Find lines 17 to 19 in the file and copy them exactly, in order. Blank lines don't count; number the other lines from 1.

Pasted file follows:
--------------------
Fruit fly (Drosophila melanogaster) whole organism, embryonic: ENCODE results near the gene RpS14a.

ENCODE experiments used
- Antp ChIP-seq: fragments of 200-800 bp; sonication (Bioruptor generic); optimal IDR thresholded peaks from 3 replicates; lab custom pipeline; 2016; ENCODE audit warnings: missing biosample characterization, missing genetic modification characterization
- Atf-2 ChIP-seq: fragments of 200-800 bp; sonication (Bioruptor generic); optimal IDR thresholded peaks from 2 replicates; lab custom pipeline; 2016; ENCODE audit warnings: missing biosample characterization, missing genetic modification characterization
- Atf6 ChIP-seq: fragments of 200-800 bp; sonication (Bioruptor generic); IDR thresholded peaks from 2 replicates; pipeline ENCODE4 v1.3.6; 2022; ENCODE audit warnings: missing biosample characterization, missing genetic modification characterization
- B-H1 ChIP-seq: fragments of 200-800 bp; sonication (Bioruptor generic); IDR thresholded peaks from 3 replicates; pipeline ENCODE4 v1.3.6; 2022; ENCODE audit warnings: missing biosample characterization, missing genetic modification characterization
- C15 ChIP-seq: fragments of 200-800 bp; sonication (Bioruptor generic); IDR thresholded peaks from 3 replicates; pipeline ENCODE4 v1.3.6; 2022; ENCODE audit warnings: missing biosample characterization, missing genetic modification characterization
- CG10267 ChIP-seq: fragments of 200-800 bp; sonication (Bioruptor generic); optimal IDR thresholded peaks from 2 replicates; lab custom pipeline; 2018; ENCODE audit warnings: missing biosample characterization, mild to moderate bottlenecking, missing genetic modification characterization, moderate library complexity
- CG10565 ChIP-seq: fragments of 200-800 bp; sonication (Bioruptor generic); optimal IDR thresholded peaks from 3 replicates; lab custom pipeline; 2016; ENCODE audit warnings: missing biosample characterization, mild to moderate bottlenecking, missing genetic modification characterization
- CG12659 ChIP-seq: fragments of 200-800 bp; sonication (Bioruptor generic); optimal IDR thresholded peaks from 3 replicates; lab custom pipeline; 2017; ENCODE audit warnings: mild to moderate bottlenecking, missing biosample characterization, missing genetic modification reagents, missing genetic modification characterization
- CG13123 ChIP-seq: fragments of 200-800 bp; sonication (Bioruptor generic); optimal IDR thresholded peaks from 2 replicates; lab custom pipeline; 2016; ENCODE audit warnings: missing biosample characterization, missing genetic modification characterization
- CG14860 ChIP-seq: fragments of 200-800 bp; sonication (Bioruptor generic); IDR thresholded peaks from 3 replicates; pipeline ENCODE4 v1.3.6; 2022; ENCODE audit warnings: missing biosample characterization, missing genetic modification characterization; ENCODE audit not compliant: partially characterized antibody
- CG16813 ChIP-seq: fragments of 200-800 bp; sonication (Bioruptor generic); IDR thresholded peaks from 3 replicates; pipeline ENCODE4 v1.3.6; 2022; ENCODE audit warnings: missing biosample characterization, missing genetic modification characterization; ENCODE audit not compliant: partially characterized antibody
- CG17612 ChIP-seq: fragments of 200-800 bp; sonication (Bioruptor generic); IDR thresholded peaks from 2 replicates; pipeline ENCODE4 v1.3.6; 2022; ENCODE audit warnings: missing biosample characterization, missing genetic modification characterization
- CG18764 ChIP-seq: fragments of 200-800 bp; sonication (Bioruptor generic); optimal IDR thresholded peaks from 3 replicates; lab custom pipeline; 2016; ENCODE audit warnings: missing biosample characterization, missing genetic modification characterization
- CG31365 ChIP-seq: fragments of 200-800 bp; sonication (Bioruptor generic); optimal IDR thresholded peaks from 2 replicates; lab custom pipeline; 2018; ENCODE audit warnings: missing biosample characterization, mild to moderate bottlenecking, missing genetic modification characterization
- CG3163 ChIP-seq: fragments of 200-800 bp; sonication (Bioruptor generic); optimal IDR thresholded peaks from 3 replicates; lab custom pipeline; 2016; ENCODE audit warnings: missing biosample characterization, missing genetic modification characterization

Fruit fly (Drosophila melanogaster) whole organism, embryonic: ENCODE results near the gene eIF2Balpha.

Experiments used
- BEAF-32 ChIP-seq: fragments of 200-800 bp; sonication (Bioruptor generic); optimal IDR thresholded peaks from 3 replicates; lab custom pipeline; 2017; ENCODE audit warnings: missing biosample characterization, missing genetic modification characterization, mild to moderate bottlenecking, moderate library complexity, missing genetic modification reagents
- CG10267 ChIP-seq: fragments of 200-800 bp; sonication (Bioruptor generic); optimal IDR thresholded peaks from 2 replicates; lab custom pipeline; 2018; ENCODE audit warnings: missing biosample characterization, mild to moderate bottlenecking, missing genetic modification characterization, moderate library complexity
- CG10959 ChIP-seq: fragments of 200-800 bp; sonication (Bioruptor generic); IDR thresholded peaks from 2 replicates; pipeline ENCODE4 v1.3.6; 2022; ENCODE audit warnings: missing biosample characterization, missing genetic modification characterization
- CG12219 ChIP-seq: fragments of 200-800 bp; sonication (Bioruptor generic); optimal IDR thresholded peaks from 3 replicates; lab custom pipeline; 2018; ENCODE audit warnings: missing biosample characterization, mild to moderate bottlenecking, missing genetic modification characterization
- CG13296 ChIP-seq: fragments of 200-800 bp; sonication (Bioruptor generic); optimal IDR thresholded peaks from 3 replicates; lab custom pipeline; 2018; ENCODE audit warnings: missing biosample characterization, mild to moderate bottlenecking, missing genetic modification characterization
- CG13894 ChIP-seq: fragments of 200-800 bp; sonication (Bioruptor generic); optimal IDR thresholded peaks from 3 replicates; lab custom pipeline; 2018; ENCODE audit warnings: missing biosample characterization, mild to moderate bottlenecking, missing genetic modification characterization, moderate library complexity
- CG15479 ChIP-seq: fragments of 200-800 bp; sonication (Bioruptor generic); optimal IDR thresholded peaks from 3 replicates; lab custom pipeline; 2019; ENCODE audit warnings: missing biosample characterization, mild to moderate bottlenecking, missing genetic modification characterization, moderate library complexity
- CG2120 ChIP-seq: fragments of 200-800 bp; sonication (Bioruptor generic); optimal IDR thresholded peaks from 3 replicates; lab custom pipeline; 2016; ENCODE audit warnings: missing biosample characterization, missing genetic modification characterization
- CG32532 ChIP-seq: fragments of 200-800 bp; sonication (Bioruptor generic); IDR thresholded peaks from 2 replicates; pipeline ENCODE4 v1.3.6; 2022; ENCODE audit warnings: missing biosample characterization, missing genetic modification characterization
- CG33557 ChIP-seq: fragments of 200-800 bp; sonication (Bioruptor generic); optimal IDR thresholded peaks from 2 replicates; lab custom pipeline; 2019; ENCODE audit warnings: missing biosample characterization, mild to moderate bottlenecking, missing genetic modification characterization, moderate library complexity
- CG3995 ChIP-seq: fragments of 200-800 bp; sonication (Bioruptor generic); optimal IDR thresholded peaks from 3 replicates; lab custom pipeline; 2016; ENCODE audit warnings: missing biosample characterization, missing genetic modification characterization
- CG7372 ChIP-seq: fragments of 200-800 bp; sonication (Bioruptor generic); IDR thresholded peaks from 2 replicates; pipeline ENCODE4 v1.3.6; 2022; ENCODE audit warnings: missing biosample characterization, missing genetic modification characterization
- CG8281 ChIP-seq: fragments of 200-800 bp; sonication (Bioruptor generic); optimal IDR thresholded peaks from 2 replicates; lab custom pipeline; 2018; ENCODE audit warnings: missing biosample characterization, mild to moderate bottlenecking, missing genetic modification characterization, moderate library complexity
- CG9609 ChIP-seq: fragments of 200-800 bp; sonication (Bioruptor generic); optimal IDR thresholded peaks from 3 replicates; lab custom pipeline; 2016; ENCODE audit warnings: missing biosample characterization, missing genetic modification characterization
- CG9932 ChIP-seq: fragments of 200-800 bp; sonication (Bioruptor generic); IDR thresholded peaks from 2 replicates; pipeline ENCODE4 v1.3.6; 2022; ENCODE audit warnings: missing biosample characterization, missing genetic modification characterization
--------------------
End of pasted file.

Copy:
- CG3163 ChIP-seq: fragments of 200-800 bp; sonication (Bioruptor generic); optimal IDR thresholded peaks from 3 replicates; lab custom pipeline; 2016; ENCODE audit warnings: missing biosample characterization, missing genetic modification characterization

Fruit fly (Drosophila melanogaster) whole organism, embryonic: ENCODE results near the gene eIF2Balpha.

Experiments used